THE HILL-MAN AT THE DANCE
OLD people have positively asserted that some years ago, at the celebration of a wedding in the village of Glass, a couple of miles from the Wunderberg, and the same distance from the city of Saltzburg, there came toward evening a little Hill-man out of the Wunderberg. He desired all the guests to be merry and cheerful, and begged to be permitted to join in their dance, which request was not refused. He accordingly danced three dances with some of the maidens of good repute, and with a gracefulness that inspired all present with admiration and delight. After the dance he returned them his thanks, accompanied by a present to each of the bridal party of three pieces of money of an unknown coin, each of which they estimated to be worth four creutzers. Moreover, he recommended them to dwell in peace and concord, to live like Christians, and, by a pious education, to bring up their children in goodness. He told them to lay up these coins with their money, and constantly to think of him, and so they would rarely come to distress; but warned them against becoming proud, and advised them, on the contrary, to relieve their neighbours with their superfluities.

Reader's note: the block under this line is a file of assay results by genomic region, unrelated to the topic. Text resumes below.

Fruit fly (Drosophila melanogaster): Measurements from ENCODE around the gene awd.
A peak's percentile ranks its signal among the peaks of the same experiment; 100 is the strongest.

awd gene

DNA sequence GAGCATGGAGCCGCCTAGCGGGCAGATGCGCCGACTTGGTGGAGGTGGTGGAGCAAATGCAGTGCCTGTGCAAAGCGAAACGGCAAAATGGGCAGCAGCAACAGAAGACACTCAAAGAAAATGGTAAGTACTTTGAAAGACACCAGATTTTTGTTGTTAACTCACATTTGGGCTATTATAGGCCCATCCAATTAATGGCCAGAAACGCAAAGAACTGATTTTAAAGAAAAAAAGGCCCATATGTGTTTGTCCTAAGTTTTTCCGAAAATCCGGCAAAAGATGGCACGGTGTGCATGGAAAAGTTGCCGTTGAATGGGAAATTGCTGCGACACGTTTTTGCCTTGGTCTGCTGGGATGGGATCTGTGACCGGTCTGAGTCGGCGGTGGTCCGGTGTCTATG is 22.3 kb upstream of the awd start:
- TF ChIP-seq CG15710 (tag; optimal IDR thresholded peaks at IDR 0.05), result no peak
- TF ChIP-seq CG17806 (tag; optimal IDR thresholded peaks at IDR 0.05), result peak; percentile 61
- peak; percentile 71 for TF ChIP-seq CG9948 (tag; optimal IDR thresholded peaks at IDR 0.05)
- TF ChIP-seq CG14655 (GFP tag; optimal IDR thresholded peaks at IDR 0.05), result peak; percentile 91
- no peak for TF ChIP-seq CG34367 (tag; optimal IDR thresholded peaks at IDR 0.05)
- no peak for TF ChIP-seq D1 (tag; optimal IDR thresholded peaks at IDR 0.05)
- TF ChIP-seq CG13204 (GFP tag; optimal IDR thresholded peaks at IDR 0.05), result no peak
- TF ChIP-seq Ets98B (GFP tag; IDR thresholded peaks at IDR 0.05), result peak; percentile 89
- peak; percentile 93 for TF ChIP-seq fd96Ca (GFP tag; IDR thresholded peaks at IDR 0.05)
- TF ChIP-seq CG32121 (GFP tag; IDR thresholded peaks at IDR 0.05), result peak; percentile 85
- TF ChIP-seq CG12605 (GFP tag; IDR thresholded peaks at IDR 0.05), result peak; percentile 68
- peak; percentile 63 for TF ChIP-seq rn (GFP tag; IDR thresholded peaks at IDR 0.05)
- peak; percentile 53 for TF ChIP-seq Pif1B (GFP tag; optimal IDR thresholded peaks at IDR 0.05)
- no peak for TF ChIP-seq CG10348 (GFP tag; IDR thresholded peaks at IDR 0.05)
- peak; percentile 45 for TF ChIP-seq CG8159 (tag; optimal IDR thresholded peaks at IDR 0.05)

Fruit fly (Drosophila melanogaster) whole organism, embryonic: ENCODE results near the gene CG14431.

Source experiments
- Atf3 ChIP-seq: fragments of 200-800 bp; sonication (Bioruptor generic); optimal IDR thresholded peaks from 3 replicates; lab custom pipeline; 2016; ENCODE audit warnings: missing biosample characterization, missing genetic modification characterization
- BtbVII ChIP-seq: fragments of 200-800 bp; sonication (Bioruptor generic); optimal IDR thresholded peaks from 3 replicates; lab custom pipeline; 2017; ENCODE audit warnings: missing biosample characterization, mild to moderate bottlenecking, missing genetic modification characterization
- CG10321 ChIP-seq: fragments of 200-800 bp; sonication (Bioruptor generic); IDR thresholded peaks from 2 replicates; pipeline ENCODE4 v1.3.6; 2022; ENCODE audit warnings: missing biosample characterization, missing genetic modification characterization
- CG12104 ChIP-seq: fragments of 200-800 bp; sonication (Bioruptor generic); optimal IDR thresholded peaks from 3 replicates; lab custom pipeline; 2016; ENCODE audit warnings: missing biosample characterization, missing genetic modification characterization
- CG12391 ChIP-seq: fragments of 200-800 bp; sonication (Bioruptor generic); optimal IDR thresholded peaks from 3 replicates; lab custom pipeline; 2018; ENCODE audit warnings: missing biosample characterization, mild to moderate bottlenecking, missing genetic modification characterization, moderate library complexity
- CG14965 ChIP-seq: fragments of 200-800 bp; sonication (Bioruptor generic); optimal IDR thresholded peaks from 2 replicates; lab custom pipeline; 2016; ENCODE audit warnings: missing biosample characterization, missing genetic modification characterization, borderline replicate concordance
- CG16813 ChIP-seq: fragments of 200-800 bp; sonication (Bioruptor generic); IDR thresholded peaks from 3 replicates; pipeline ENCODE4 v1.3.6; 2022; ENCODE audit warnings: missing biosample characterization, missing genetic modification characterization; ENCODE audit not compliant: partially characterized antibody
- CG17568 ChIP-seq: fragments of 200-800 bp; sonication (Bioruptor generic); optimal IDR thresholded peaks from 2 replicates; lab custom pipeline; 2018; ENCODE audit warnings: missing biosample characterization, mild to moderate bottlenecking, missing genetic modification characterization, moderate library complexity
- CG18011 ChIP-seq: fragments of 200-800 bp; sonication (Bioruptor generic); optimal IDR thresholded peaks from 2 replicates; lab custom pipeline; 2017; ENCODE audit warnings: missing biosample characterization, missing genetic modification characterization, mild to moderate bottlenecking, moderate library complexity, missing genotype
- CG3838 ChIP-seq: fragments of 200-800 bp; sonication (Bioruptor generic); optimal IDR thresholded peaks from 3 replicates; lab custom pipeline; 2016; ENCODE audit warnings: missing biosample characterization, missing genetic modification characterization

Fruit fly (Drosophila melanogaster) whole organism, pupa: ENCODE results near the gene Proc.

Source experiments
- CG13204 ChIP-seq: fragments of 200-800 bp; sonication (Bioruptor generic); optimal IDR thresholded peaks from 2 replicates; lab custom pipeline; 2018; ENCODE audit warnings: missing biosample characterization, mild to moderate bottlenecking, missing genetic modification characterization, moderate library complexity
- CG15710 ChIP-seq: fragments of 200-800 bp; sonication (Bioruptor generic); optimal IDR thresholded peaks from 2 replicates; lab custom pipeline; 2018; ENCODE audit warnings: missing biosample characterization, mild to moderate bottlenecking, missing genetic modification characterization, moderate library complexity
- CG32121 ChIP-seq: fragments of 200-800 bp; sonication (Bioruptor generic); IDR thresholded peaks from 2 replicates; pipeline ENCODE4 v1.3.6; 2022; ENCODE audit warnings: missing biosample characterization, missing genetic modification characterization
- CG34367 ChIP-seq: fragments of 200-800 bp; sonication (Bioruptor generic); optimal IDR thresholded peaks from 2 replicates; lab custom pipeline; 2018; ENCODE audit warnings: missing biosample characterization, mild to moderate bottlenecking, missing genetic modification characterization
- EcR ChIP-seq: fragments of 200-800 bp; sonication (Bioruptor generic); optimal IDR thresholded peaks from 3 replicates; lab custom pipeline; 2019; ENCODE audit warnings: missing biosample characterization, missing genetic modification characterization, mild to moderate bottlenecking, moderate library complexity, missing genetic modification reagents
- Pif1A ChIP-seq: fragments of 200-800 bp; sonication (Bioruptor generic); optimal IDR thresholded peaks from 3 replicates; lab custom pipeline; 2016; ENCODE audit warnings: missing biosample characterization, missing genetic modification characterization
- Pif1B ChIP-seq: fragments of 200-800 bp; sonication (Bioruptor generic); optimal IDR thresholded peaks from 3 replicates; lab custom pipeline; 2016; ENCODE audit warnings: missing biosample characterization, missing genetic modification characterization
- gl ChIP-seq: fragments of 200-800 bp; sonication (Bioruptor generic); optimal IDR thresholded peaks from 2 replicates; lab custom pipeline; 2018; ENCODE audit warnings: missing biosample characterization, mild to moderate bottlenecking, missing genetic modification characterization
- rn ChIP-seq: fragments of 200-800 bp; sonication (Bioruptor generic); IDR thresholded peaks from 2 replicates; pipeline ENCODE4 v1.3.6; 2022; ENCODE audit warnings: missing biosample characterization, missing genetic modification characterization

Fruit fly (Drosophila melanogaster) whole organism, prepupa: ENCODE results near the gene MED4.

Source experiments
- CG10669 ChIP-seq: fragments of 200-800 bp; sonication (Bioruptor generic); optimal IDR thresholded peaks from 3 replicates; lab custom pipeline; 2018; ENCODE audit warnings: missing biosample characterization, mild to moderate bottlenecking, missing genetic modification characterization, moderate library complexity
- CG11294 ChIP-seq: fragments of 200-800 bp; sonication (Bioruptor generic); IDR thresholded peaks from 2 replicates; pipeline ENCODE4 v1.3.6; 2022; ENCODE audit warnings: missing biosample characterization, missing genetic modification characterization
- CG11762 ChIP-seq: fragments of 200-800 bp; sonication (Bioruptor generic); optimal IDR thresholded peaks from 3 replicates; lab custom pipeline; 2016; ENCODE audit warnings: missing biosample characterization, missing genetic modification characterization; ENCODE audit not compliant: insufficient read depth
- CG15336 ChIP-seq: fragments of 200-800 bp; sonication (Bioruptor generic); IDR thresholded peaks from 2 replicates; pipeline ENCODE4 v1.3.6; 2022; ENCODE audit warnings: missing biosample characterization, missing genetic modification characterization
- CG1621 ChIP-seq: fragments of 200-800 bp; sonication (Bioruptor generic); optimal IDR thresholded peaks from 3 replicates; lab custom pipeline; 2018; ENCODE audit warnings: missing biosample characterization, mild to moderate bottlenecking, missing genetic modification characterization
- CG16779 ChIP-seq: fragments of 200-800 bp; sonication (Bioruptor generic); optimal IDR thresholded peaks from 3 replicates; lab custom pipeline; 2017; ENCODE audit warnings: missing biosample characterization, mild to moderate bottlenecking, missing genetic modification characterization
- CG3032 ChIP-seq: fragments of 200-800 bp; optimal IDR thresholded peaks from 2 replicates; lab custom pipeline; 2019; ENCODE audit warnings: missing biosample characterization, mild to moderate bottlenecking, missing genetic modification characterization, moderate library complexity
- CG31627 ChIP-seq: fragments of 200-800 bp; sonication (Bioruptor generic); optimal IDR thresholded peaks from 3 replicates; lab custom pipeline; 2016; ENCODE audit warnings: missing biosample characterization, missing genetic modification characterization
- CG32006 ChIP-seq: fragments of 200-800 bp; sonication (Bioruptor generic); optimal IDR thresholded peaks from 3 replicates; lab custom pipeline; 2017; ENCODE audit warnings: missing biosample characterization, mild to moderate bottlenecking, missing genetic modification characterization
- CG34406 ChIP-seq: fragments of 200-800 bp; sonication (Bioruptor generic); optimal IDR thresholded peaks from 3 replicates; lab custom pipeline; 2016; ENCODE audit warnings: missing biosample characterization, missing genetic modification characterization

The Hill-man remained with them till night, and took some meat and drink from each as they offered it to him, but only very little. He then renewed his thanks, and concluded by begging of one of the company to put him over the river Satzach, opposite the mountain. There was at the wedding a boatman, named John Ständl, who got ready to comply with the dwarf's request, and they went together to the water's-edge. As they were crossing, the man asked for his payment, and the Hill-man humbly presented him three-pence. The boatman utterly rejected this paltry payment; but the little man gave him for answer, that he should not let that annoy him, but keep the three-pence safe and he would never suffer want, provided he put a restraint on arrogance. He gave him at the same time, a little stone with these words: "Hang this on your neck, and you will never be drowned in the water." And of this he had a proof that very year. Finally, the Hill-man exhorted him to lead a pious and humble life, and being landed on the opposite bank, departed speedily from the place. [a]
[a] This tale is given by MM. Grimm, from the Brixener Volksbuch. 1782.